The memorial incorporates more than 23,000 commemorative bricks, each engraved with the name of a soldier and the date of their death.
Creating a “wall of names”, the bricks form a 250-metre long corridor that spirals around a central commemoration hall.
“The idea of the personal memorial brick was thought of at an early stage of the design to become the material that builds the space,” Etan Kimmel, co-founder of Kimmel Eshkolot Architects, told Dezeen.
An undulating funnel of concrete bricks is placed above to create a space for mediation. Natural light passes into this roofless space and filtered though the brick formation, so that no artificial light is needed in the memorial during daylight hours.
“The special shape of the funnel is like a vortex – a natural phenomenon – playing with the day light falling into the hall, making the day light a ‘building material’,” said Kimmel.
With the memorial set alongside a busy street in Jerusalem, the architects decided to excavate the building into the mountain to create a “secluded space of contemplation away from the daily noisy city”.
Designed by the architects as an interior-first project, the building is intended to be unimposing from the exterior.
The memorial space appears as a stone continuation of the topography of the mountain creating a subtle landmark at the entrance to the cemetery.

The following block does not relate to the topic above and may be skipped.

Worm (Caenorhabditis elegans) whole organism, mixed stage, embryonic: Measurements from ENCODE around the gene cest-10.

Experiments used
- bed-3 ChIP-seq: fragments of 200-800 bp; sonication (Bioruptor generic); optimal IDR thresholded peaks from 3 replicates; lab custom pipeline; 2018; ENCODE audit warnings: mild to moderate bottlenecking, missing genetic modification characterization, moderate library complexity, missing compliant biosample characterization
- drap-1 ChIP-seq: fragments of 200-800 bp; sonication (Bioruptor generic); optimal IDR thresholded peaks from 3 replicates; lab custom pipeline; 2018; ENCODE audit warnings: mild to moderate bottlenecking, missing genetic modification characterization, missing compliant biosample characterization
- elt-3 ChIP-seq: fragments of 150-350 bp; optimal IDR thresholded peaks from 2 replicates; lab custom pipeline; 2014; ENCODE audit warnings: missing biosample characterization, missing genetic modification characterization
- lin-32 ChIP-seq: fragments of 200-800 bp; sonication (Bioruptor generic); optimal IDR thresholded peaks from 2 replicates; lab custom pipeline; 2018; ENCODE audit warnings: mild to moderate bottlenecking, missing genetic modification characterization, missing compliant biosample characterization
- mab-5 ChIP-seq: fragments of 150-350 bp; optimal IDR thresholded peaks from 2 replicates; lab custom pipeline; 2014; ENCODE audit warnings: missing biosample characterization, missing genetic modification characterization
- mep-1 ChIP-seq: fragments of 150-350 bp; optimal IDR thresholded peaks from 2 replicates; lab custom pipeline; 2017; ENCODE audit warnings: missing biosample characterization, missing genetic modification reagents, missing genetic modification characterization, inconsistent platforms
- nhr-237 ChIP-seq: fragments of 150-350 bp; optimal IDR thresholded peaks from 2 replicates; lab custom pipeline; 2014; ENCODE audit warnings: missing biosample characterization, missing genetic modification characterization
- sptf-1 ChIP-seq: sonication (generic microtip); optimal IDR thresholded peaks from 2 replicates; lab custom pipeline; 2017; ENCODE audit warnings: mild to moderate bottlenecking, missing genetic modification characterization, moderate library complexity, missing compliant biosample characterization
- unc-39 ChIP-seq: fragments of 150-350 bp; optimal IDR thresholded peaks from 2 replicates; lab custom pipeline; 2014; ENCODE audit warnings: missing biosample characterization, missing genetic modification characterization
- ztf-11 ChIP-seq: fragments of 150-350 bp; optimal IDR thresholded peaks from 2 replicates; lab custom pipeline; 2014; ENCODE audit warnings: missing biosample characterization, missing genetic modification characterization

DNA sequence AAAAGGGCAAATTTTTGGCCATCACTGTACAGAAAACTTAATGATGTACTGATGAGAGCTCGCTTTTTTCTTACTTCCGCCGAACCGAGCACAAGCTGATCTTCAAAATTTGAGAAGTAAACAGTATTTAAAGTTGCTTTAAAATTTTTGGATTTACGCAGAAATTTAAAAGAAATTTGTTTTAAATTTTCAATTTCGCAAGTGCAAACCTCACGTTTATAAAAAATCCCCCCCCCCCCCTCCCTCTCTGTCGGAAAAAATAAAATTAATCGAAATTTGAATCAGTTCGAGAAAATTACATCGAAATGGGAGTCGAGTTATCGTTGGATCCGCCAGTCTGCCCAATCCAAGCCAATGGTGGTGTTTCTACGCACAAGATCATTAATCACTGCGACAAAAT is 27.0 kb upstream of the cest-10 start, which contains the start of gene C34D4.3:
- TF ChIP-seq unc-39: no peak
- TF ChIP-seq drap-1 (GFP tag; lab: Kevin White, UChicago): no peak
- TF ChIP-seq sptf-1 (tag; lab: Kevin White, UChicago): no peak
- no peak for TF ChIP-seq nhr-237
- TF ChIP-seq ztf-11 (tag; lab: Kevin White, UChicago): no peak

Each of the building’s 23,000 memorial bricks is manufactured from a local stone panel fixed onto a standard brick.
A computerised system, custom built for the memorial, illuminates each brick on the anniversary of the soldier’s passing.
The form of the funnel was created in collaboration with the digital fabrication research team of ROB Technologies a spin off from the Swiss Institute of Technology (ETH), Zurich.
The irregular-shaped funnel is constructed from 9,000 concrete bricks, each created with a CNC routed aluminium core.
Commissioned by Israel’s Department of Families, Commemoration and Heritage the memorial hall was built at the Mount Herzl National Military Cemetery.
The project is one of 68 buildings around the world that have been shortlisted for the 2018 RIBA International Prize for world’s best building.
Other projects shortlisted for the award include Thomas Heatherwick’s Zeiz MOCAA in South Africa, and Dorte Mandrup Arkitekter’s Wadden Sea visitor centre in Denmark.
Architecture: Kimmel Eshkolot Architects
Collaborating architect: Kalush Chechick Architects
Client Ministry of Defence – Families and Commemoration Department
Structural engineer: Haim & Yehiel Steinberg Structural Engineering
Construction manager E.D. Rahat Engineering Coordination and Management
Design phase manager and coordinator: Eran Garber E.S.L Engineers
Contractor firm: Green Construction
Project manager: Nadav Rubin
Engineer: Eran Rosenberg
Light bell optimization: R/O/B Technologies – ETH Zurich
Lighting design: Amir Brenner Lighting Design
3D molds manufacturer: XENOM
Photography is by Amit Geron.
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